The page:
Old Rams QBs Roman Gabriel, Ron Jaworski and Vince Ferragamo can’t wait to see who new Rams QB will be
The longest-tenured quarterback in Rams history is keeping a watchful eye on Thursday’s NFL draft.
Roman Gabriel played 11 seasons in Los Angeles, and he is eager to see whether the Rams select California’s Jared Goff or North Dakota State’s Carson Wentz with the No. 1 pick.
Like many Rams fans through the years, Gabriel awaits an end to the saga of quarterback shuffling.
“I can’t count how many quarterbacks they’ve had since I was there in ’62,” said Gabriel, 75. “Holy cow.”
The Rams franchise — rooted in Cleveland before touching down in Los Angeles, Anaheim and St. Louis — has drafted 47 quarterbacks, 44 since 1949 when Bobby Thomason of the Virginia Military Institute was selected in Round 1 as the first quarterback chosen by the Los Angeles Rams.
Six were first-round picks and three — Vanderbilt’s Billy Wade in 1952, Oregon State’s Terry Baker in 1963 and Oklahoma’s Sam Bradford in 2010 — were the top pick in the draft.
Baker and Bradford were two of four Heisman Trophy-winning quarterbacks drafted by the Rams, who also selected UCLA’s Gary Beban in the second round in 1968 and Doug Flutie in the 11th round in 1985.
Several of their most successful quarterbacks were not drafted by the Rams.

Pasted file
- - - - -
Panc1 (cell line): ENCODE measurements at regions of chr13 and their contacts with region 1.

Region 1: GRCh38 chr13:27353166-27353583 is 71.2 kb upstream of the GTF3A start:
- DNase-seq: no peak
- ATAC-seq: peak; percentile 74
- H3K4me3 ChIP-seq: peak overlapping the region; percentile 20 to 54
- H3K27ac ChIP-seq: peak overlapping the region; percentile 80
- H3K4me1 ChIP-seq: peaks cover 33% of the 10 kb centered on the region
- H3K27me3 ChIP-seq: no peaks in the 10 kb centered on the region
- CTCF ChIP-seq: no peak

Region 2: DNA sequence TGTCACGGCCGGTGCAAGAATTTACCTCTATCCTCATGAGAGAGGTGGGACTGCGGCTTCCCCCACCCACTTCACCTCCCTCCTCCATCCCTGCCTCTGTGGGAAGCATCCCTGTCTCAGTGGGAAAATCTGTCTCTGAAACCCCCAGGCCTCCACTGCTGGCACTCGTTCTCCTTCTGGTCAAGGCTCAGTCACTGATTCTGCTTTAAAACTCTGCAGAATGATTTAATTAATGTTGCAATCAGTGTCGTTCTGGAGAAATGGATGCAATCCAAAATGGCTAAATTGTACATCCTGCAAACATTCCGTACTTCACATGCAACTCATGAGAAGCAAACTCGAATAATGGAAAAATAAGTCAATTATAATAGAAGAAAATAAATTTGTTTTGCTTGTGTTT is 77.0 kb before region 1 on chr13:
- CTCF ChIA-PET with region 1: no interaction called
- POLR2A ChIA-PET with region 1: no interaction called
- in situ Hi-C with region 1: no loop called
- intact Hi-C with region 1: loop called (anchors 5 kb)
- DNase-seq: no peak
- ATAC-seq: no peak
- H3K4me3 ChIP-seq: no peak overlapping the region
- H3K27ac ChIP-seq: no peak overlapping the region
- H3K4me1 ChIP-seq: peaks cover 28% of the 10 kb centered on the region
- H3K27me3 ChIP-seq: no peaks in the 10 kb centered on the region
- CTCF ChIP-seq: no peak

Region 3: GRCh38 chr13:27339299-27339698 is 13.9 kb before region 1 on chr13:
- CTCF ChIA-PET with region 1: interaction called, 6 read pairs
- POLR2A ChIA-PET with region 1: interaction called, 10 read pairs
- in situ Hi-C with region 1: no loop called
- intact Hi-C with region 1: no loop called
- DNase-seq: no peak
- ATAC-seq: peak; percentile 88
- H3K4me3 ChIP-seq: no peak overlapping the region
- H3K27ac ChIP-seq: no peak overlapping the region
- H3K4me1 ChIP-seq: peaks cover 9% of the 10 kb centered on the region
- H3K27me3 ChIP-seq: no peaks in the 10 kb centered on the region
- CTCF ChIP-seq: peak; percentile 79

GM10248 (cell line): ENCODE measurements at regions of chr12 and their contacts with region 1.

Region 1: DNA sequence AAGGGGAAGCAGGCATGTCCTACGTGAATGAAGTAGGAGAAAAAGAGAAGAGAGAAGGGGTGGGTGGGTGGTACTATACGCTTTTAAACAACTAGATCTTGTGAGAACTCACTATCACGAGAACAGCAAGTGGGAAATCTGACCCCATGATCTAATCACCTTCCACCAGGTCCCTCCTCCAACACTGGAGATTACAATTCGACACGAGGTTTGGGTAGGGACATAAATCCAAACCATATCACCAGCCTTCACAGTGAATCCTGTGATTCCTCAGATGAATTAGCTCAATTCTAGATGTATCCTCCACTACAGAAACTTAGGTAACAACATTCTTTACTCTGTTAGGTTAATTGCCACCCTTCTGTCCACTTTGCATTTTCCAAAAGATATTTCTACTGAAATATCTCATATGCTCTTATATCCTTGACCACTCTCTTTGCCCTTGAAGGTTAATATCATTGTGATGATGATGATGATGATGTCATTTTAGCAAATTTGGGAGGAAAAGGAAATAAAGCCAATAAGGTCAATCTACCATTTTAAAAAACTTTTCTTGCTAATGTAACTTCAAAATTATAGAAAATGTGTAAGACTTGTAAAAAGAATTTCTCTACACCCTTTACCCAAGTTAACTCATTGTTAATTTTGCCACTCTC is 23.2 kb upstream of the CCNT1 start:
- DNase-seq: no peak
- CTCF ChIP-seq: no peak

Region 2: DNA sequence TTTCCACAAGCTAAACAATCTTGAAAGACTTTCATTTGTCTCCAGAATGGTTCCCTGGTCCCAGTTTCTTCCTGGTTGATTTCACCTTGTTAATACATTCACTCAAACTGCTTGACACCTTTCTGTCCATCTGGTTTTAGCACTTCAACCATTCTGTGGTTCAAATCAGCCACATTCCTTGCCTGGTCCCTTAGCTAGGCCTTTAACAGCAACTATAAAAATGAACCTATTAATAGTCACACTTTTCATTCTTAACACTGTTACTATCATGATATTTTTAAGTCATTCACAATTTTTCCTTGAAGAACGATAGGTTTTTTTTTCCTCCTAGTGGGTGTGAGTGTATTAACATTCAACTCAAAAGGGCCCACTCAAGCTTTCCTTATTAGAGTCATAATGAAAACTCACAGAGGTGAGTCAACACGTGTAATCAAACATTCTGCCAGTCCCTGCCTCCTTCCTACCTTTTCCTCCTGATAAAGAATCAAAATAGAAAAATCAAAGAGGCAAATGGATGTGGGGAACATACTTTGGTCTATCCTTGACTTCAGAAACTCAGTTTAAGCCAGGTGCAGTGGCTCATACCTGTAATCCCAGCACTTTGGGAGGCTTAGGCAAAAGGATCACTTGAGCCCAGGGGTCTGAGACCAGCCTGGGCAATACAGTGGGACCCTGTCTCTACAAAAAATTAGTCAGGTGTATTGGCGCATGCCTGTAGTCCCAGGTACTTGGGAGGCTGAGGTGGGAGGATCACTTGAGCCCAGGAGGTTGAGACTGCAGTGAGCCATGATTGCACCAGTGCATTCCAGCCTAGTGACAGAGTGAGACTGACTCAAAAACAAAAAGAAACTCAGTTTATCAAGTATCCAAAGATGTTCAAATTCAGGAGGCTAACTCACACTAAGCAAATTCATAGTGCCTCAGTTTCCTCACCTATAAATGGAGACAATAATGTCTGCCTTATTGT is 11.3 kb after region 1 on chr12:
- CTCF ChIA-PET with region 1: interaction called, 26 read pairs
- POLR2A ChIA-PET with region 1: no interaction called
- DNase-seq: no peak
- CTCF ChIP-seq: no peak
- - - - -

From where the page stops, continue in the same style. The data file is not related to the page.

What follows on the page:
They signed James Harris during the 1972 season and assigned him to the “taxi” practice squad after the Buffalo Bills released him. He led Rams to the 1974 NFC title game and made the Pro Bowl.
Jim Everett, the Rams’ all-time passing-yardage leader, was acquired in a trade after the Houston Oilers made the former Purdue star the No. 3 pick in the 1986 draft but could not come to terms on a contract.
Kurt Warner, a two-time MVP who led the St. Louis Rams to a Super Bowl title, was an undrafted free agent who had been cut by the Green Bay Packers and played in the Arena Football League before signing with the Rams.
None had the longevity of Gabriel, a North Carolina State star selected by the Rams with the second pick in 1962.
Only Syracuse running back Ernie Davis was taken before Gabriel, who was at the center of a bidding war between the Rams and the American Football League’s Oakland Raiders.
Gabriel said that the Raiders offered $12,500 a year and a $2,500 signing bonus. But Rams General Manager Elroy Hirsch traveled to Raleigh, N.C., to offer $15,000 a year and a $5,000 bonus.
Gabriel signed with the Rams but said that he learned later that the Raiders had given his rights to the Dallas Texans, who were prepared to offer nearly five times as much.
“I’d already committed to L.A. and to this day I’m happy I did,” he said. “I got to play 11 years with great friends.”
Even back then, the Rams’ quarterback situation was unsettled. A year after selecting Gabriel, they drafted Baker. And a year after that they drafted two quarterbacks, Utah State’s Bill Munson in the first round and Richmond’s Ron Smith in the 10th.
But Gabriel endured. The NFL’s most valuable player in 1969, he passed for 154 touchdowns in 130 games, with 112 interceptions, for the Rams. He played his last five seasons with the Philadelphia Eagles before retiring at 37 after the 1977 season.
Gabriel, who splits time between his hometown of Wilmington, N.C., and Little River, S.C., is thrilled the Rams have returned to Los Angeles.
“Hopefully,” he said, “some of the old-timers remember guys like myself.”
He likes both Goff and Wentz.